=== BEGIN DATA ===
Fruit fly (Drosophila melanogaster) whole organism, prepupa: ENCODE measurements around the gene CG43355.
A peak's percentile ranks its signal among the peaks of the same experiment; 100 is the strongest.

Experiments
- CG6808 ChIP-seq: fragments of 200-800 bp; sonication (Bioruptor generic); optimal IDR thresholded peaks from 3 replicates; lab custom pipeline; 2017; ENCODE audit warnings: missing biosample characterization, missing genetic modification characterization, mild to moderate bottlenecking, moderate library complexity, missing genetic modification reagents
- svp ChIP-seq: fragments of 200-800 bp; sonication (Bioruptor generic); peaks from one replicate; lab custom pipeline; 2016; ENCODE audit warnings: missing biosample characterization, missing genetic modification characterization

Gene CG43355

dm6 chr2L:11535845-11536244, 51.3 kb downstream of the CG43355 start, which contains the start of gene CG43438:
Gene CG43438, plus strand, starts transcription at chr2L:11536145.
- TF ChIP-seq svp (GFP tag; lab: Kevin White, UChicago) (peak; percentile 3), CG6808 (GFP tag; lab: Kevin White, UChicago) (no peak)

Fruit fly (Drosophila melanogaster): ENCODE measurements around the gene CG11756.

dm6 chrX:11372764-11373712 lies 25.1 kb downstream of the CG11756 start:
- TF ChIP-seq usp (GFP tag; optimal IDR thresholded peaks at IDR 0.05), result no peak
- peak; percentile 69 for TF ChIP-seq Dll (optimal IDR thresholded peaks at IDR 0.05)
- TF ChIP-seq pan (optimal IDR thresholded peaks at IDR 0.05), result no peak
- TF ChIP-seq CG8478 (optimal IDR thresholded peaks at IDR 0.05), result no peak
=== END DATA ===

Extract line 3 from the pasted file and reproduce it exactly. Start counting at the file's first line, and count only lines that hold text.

Experiments